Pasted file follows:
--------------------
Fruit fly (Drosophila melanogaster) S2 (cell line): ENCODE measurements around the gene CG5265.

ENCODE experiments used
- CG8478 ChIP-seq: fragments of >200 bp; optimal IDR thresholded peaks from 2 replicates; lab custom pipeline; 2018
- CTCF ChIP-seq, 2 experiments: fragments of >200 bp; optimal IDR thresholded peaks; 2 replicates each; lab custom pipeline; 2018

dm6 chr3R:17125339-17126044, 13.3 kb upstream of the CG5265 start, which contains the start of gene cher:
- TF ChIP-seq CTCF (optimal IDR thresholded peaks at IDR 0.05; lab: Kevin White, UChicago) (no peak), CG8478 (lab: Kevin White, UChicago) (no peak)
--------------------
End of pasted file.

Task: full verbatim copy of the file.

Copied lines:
Fruit fly (Drosophila melanogaster) S2 (cell line): ENCODE measurements around the gene CG5265.

ENCODE experiments used
- CG8478 ChIP-seq: fragments of >200 bp; optimal IDR thresholded peaks from 2 replicates; lab custom pipeline; 2018
- CTCF ChIP-seq, 2 experiments: fragments of >200 bp; optimal IDR thresholded peaks; 2 replicates each; lab custom pipeline; 2018

dm6 chr3R:17125339-17126044, 13.3 kb upstream of the CG5265 start, which contains the start of gene cher:
- TF ChIP-seq CTCF (optimal IDR thresholded peaks at IDR 0.05; lab: Kevin White, UChicago) (no peak), CG8478 (lab: Kevin White, UChicago) (no peak)